IDEAS for Action

Each month in our newsletter and on this page, we’ll share an IDEA (Inclusion, Diversity, Equity, Access) resource that can be reviewed in about 15 minutes!

We challenge you to find a way to use this resource. Will you share it with friends in your social circle? How about sending it to coworkers and having a conversation over lunch? Maybe you will send it to committee members and make it a regular part of your meetings?

March IDEAS for Action


What do our brains think about equity, and what do monkeys and the first moon landing have to do with it? 

Here are a few questions to consider: 
  • What resonated with you?
  • Did anything make you think differently than before?
  • Did something surprise you? Did anything make you uncomfortable?
  • What is one take away–something you can be mindful of or implement in your personal life or at your workplace?


April IDEAS for Action


In this TEDxPasadenaWomen presentation, Understanding My Privilege, University Chancellor, Susan E. Borrego, reflects on her life as an emancipated minor and dissects the emotionally charged conversation surrounding race relations in the United States.

“Conversations can get a little difficult…we have to be able to breathe through our defensiveness.  If we can do this, we can make more space for a more humane and just world. If we unpack our privilege, we can use it to change the world.”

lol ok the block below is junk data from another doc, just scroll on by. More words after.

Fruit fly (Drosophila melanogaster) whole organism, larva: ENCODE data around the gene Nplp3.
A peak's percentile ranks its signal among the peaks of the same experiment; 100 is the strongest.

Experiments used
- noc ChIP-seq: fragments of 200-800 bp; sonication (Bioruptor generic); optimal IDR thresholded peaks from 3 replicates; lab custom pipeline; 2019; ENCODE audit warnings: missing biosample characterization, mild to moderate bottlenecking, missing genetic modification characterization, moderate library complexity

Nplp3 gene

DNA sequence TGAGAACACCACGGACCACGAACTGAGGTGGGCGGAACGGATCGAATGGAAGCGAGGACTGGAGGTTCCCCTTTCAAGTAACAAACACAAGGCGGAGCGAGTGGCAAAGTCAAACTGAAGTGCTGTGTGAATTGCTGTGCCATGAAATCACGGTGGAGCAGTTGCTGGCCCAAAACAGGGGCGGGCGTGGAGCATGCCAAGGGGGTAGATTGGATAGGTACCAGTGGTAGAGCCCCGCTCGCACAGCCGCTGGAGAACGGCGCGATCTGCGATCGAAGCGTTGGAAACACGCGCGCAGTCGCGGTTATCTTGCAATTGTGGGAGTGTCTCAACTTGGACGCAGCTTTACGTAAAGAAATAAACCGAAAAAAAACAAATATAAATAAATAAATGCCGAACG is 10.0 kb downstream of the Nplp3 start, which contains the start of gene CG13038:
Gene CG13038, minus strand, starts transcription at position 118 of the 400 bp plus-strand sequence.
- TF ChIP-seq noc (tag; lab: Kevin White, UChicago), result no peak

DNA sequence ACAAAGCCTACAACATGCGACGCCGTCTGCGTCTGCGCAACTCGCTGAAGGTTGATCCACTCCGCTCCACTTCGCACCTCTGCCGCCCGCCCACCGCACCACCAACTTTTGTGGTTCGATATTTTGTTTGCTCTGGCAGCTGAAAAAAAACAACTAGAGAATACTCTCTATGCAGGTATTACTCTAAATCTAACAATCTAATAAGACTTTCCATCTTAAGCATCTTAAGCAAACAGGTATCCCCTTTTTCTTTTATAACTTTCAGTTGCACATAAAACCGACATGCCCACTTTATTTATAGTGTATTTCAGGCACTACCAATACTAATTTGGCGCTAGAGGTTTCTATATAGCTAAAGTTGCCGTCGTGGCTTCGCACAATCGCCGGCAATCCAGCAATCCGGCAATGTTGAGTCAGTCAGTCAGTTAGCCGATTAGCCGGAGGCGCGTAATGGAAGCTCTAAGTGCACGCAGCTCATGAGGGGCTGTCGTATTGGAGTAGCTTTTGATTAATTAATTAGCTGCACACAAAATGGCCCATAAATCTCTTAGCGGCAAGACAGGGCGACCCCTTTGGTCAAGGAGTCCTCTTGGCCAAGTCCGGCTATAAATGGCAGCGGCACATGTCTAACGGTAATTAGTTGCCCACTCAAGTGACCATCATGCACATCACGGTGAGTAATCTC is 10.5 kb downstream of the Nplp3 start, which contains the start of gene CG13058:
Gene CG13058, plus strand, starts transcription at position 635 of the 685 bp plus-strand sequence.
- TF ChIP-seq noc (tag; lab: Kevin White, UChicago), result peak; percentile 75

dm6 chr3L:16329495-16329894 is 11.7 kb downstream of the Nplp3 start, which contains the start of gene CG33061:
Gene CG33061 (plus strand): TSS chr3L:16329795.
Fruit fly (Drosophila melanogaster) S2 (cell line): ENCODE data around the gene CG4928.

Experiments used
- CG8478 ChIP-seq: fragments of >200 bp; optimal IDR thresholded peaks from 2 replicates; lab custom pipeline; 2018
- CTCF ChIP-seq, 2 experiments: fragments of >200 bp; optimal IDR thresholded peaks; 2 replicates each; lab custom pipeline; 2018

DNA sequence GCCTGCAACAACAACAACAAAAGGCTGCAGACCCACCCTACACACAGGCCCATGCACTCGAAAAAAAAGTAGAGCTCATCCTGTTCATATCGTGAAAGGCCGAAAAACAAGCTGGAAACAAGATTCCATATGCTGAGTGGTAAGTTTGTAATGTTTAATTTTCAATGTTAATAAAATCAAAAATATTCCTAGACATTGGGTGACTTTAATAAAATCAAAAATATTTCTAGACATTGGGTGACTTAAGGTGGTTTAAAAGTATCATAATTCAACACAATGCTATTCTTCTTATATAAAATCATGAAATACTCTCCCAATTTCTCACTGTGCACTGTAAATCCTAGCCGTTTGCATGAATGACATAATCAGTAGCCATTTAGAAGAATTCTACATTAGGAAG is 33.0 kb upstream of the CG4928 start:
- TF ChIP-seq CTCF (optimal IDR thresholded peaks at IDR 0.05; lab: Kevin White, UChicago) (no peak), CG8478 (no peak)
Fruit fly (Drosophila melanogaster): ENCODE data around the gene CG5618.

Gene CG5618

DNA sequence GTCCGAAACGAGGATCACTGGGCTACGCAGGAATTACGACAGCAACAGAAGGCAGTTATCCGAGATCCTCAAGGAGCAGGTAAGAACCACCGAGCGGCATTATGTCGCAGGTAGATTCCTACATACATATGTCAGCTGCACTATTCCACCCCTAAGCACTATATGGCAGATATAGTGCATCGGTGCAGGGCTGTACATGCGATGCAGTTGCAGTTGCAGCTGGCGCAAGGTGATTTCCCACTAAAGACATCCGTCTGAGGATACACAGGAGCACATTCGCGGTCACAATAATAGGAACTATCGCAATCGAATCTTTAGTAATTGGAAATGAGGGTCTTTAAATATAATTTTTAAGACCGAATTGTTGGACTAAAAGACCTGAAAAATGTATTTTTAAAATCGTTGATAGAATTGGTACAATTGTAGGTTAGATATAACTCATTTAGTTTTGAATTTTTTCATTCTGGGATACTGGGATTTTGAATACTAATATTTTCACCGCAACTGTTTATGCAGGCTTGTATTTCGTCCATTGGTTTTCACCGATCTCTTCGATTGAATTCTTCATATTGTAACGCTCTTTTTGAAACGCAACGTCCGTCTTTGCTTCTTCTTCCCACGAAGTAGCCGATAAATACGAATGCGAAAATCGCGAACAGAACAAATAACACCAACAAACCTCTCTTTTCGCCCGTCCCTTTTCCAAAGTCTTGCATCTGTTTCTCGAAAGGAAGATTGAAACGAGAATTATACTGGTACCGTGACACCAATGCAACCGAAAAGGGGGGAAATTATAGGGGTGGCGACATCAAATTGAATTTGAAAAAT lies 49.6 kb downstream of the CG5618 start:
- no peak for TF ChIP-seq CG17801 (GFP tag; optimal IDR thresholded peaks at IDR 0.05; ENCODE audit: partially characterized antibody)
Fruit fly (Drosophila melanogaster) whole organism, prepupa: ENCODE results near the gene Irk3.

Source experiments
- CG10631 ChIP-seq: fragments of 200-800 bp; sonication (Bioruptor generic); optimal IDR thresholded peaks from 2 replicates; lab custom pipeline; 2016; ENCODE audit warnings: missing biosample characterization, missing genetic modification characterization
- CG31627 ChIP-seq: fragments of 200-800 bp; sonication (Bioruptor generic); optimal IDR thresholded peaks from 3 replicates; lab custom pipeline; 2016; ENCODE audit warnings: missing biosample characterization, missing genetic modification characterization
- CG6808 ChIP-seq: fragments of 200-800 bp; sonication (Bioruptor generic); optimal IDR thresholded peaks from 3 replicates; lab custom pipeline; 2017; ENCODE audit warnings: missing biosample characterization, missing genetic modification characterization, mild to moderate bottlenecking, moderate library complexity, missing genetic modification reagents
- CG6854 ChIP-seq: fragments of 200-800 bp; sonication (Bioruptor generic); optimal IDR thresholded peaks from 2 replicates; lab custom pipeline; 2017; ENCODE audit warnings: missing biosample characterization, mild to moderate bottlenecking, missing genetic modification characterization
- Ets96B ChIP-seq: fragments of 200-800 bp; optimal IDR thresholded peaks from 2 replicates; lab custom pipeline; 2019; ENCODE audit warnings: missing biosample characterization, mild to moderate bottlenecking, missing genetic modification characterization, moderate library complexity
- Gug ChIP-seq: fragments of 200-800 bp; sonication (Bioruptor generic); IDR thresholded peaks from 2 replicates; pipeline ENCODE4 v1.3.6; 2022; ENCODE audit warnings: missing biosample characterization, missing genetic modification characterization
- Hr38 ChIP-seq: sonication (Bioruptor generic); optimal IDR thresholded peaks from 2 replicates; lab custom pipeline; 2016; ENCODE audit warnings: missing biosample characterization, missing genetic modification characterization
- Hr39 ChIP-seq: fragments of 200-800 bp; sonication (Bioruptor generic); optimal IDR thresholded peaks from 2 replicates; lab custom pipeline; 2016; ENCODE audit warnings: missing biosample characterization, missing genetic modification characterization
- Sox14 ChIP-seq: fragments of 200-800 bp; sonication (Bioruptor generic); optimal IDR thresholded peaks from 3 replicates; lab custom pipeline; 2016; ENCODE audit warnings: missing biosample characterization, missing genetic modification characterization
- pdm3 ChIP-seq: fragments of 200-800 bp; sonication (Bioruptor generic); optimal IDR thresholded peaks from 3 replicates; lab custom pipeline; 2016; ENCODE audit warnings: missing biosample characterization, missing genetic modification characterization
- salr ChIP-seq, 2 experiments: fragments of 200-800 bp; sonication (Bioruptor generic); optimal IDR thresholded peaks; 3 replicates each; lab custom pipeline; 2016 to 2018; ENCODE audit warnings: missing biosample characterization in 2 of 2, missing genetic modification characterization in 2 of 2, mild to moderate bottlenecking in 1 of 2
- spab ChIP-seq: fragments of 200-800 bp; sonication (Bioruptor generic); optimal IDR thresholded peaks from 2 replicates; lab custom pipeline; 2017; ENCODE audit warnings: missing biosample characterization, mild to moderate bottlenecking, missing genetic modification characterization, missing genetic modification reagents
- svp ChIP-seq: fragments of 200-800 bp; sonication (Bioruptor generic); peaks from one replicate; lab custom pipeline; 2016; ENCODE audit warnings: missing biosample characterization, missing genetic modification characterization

Reflection Questions:
  • What resonated with you?
  • Did anything make you think differently than before?
  • What is an area in which you hold privilege? Can you identify a way you can use that privilege to create change?
 

May IDEAS for Action

 
This month, we introduce you to a helpful local resource: the City of Tacoma Equity Index. This resource is an interactive map that illustrates disparities in our city. Data from this resource can be used to identify where there is a need for more accessible community resources.

Take 10-15 minutes to view the Equity Index and see what you can learn about our community.

Reflect on these guiding questions as you spend time with the Equity Index:
  • If your organization serves communities in Tacoma, are there disparities present within those communities? If so, how might these disparities cause barriers to accessing your services?
  • If your organization doesn't serve communities in Tacoma, what similarities and differences do you see between Tacoma and your community?
  • What data from the Equity Index surprised you?
  • How can your organization or your actions as a fundraiser address disparities in your community to increase access to services?
 

June IDEAS for Action

 
 
In this month’s IDEA for Action, Kori Carew shares her reflections on courage as an ongoing practice. “If we’re going to create a new way of belonging and being in community, we must be courageous.”
 
A moment of racial tension presents a choice. Will we be silent about implicit and unconscious bias, or will we interrupt bias for ourselves and others? Justice, belonging, and community are at stake. Silence in the face of tragedy and oppression is deadly, and we can’t afford not to speak for each other.

Reflection Activity:
  • Think of a time when your unconscious bias showed up. 
  • If it showed up for you, did you notice and counteract it? If you didn’t, might you practice courage and respond differently next time?
  • If you saw unconscious bias in someone else’s words, actions or behavior, did you step up to interrupt it? If so, why, and what was the result? If not, why, and might you do something differently next time?